Random Test Inputs – part 2


If you saw my last post Random inputs in unit testing you’ll remember that I was advocating the benefits of using random test data in your unit tests.

One of the bits of feedback that I had (and seems to be the main complaint of most people who are against this) is that you need reliable test input so that you can recreate failures.

I don’t think these two concepts are mutually exclusive. Let me explain.

A decent test framework will help you recreate failures

I use testtools as my preferred test framework for Python. One of its benefits is that its so-called Matchers will output useful information for failures, including the data used for input. As a very basic example:

import testtools 
class TestMe(testtools.TestCase): 
    def test_failure(self): 
        self.assertThat(5, testtools.matchers.Equals(4))

This produces the output:

$ python -m testtools.run fail.py       
Tests running... 
FAIL: fail.TestMe.test_failure 
Traceback (most recent call last): 
  File "fail.py", line 7, in test_failure 
    self.assertThat(5, testtools.matchers.Equals(4)) 
  File "/usr/lib/python2.7/dist-packages/testtools/testcase.py", line 435, in assertThat 
    raise mismatch_error 
testtools.matchers._impl.MismatchError: 4 != 5

You can see that the inputs are clearly listed. If this is not clear enough you can add more explanatory text that is output on failure. Changing your assertion to:

def test_failure(self):
    self.assertThat(5, testtools.matchers.Equals(4), "Expected 4, got 5")

Results in:

testtools.matchers._impl.MismatchError: 4 != 5: Expected 4, got 5

Thus, if you get a failure from a random input, it’s easy to see what data caused that.

Making your data recognisable

Once you start randomising a lot of input data, it starts to become hard to identify which input is which when you have a failure for code that has many inputs. Take this for example, which I have taken from my days as the MAAS engineering lead:

from itertools import imap, islice, repeat
import testtools
import random
import string

class TestMe(testtools.TestCase):
    random_letters = imap( 
        random.choice, repeat(string.letters + string.digits))

    def make_string(self, size=10):
        return "".join(islice(self.random_letters, size))

    def test_large_comparison(self):
        dict1 = dict(
        expected_dict = dict(person="foo", age="10", weight="200")

        self.assertThat(dict1, testtools.Matchers.Equals(expected_dict))

This results in:

FAIL: fail.TestMe.test_large_comparison 
Traceback (most recent call last): 
  File "fail.py", line 26, in test_large_comparison 
    self.assertThat(dict1, testtools.matchers.Equals(expected_dict)) 
  File "/usr/lib/python2.7/dist-packages/testtools/testcase.py", line 435, in assertThat 
    raise mismatch_error 
testtools.matchers._impl.MismatchError: !=: 
reference = {'age': '10', 'person': 'foo', 'weight': '200'} 
actual    = {'age': 'HL8qw3xnJO', 'person': 'IuhoaGzQHB', 'weight': 'Rfi3lxsiHf'}

My first question on seeing output like this is “where did that data come from?” because it could have leaked from buggy code and be totally unrelated to your intended input.

This has an easy answer if you make a small change to the test harness:

    def make_string(self, prefix="", size=10): 
        return prefix + "".join(islice(self.random_letters, size)) 
    def test_large_comparison(self): 
        dict1 = dict( 
        expected_dict = dict(person="foo", age="10", weight="200") 
        self.assertThat(dict1, testtools.matchers.Equals(expected_dict))

Here, the code has been changed so that the make_string() function will accept a fixed prefix for the string you want generated. This has the following effect on the output:

reference = {'age': '10', 'person': 'foo', 'weight': '200'} 
actual    = {'age': 'ageb8BIwdwZrM', 
 'person': 'personBSUhvYxFTU', 
 'weight': 'weightngdjfm7ef1'}

You can instantly see that your random input was in fact generated in the way you intended (or not, as the case may be) and thus easy to identify its source!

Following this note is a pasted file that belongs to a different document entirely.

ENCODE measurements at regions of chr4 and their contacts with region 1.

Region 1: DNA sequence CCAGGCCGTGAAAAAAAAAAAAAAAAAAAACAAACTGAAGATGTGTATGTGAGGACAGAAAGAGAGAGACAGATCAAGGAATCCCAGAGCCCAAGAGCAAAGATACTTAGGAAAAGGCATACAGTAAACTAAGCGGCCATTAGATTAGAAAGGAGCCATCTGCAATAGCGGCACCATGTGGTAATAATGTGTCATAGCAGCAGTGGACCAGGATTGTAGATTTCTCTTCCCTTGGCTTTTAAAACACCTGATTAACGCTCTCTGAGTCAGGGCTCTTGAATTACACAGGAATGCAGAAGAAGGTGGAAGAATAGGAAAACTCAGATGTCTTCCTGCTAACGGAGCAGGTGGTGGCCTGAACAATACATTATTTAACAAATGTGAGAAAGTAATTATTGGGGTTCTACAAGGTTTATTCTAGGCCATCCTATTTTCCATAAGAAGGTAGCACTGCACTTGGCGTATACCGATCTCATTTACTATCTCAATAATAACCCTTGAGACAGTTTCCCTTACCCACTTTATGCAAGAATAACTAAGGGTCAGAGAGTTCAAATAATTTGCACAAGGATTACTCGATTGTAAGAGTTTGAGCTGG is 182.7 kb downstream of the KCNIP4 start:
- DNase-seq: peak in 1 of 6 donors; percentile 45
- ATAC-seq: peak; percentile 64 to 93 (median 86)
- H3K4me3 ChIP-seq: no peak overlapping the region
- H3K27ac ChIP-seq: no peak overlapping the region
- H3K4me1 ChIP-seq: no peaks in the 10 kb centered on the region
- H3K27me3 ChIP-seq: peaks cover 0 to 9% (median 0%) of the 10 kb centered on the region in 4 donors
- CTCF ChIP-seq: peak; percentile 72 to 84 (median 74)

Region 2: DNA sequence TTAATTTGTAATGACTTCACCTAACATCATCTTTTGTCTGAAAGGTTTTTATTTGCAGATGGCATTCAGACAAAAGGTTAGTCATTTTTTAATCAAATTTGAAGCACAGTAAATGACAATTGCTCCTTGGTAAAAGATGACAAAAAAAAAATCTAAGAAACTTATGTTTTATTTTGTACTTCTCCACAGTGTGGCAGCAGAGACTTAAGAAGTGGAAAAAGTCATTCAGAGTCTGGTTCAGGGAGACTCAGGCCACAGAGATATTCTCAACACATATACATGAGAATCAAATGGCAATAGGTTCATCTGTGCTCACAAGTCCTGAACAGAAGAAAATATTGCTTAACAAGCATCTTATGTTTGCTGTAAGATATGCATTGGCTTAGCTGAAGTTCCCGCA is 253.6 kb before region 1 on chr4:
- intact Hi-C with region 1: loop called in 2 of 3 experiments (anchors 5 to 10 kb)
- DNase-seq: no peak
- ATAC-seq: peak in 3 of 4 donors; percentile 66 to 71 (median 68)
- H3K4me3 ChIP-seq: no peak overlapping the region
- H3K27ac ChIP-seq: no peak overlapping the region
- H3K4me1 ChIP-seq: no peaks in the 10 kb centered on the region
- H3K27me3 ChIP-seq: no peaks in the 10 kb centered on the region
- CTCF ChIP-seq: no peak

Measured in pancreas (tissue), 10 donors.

I hope this was useful. Leave me feedback if this helped you at all!

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Random inputs in unit testing

CC by StockMonkeys.com

I recently had an upstream reviewer telling me that I should not randomise my test input because “randomness does not provide a useful input to the test and sets a bad example of practices for writing tests”.

I am going to explain here why this is wrong and it’s actually good practice to randomise inputs. Let me start by saying that random test failures are not the same thing as spurious test failures. I’ll come back to that later.

Consider this simple code under test, it’s a contrived example but you will get the idea:

def myfunc(thing):
    """This function just returns what it's given."""
    return "foo"

OK so let’s consider this a stub implementation, as it has an obvious bug. So, if we wanted to write a test for this we might write something like this:

class TestMyfunc(unittest.TestCase):
    def test_myfunc_returns_same_input(self):
        returned = myfunc("foo")
        self.assertEqual(returned, "foo")

Here, I am using a fixed input of “foo” as many people like to do in tests as a way of saying “this value is irrelevant”.

The bug should be obvious here — the test passes when it should not because the code under test is returning the same value as used in the test. As I say a fairly contrived example, but it illustrates the point that tests should never assume anything about code under test.

Here’s a better way of writing the test:

import random

class TestMyfunc(unittest.TestCase):
    def test_myfunc_returns_same_input(self):
        expected = random.randint(0, 1000)
        returned = myfunc(expected)
        self.assertEqual(returned, expected)y

(A further improvement could be to generate a random string, but I’ll leave that for a future blog entry.)

Here, we’re generating a random input and asserting that the returned value is the same as the input. This not only avoids the bug above but it is far better at demonstrating test intent. It will also never fail unless the code under test is buggy, and that brings me back to the point above about random vs spurious test failures.

A random test failure is good. It means you found a bug! A spurious test failure is one that indicates you’re not testing properly – an example of this is where you depend on some network connectivity to complete your test; as networks are inherently unreliable this is a bad test and will create spurious test failures when the network fails.